Modesto news reports that the parents of a 27-year-old Sacramento man, Patrick O’Connor, have filed a wrongful death lawsuit against the driver of the car that caused the 2010 hit-and-run fatality. O’Connor was riding his bike just west of Turlock when Vanessa Carillo, a 23 year-old-woman, collided with the bicyclist and left the scene.
If you have suffered a serious personal injury it’s critical to consult with an experienced Sacramento personal injury lawyer right away. In the event of a death, seeking the advice of an experienced wrongful death attorney can play a pivotal role in giving you peace of mind and determining whether filing a lawsuit may be in your best interests. Where the reckless or careless conduct of another leads to personal injury or death, it may be possible to recover compensation.
Here, the wrongful death suit is not only against the driver, but also names Carillo’s parents and a sergeant of the Stanislaus County Sheriff’s department as defendants in the case. A wrongful death case may be brought by the surviving family members – such as the parents or children of an individual killed – where the negligence of another has caused or contributed to a fatality.
This wrongful death complaint in this instance alleges that the parents were negligent in their actions and that the sergeant obstructed the investigation based on his alleged relationship with the driver.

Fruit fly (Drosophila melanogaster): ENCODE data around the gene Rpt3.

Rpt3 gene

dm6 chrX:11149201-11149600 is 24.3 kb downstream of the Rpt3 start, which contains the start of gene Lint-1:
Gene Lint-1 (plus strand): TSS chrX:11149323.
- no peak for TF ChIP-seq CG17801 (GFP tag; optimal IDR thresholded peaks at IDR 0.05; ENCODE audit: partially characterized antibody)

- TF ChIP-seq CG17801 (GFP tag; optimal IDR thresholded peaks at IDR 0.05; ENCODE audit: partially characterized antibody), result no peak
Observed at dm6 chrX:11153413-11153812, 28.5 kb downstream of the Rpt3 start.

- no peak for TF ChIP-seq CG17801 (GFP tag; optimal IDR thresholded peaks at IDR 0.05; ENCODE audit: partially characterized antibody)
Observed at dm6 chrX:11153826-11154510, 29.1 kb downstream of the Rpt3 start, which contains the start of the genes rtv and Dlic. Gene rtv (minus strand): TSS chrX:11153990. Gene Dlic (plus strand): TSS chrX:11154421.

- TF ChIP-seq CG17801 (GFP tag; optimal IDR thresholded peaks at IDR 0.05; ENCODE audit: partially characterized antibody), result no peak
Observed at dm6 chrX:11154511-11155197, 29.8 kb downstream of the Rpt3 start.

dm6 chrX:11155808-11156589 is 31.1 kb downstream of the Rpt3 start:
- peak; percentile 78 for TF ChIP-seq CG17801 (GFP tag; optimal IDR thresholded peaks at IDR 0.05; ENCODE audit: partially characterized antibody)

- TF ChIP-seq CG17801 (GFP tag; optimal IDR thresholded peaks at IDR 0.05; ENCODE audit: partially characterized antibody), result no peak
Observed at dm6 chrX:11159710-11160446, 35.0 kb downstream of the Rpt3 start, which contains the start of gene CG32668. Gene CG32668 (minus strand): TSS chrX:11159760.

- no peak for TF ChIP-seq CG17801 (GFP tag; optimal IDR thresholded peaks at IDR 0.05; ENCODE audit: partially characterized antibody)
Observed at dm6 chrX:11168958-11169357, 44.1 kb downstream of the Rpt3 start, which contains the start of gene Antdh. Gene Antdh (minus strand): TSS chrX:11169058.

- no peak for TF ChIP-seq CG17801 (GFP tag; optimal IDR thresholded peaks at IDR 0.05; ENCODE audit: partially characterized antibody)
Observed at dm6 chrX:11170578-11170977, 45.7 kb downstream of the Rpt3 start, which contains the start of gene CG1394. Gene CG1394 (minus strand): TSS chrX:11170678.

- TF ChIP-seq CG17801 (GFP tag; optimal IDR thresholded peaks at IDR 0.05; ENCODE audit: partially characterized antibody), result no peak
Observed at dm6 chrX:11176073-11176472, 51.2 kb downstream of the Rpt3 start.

According to the complaint during the investigation the sergeant “provided advice and counsel to defendant Vanessa Carrillo in an attempt to evade, avoid and minimize the consequences of her criminal act.” The complaint further states that Nuno asked a California Highway Patrol officer and his sergeant not to perform any field sobriety tests on Vanessa Carrillo or require her take a chemical test to determine if she was under the influence at the time of the collision. None were performed.
The complaint further provides that Carillo struck O’Connor from behind with her Toyota Corollla, throwing him across its hood. He died at the scene. According to the complaint Carillo did not stop but rather called her mother, Elizabeth, to tell her she had hit someone, then drove home to Patterson without calling 911. The mother also failed to call 911. Vanessa and her mother then returned to the crime scene but after seeing police there, turned around and headed back home. However, a witness at the scene had taken down Vanessa’s license plate number and police were able to track her down at her home.
When the police arrived at her house, sergeant Nuno was there as well.
Although it is unknown whether distracted driving played a role in this tragic incident, reports indicate that Vanessa Carrillo had a long-standing and common practice of tweeting on her cell phone while she was driving and had tweeted comments about the difficulty of driving in high heels or while putting on her makeup.
For more information about wrongful death lawsuits or if you or a loved one has sustained serious personal injuries, please contact a top Sacramento personal injury attorney at Sette Law Office for an immediate consultation.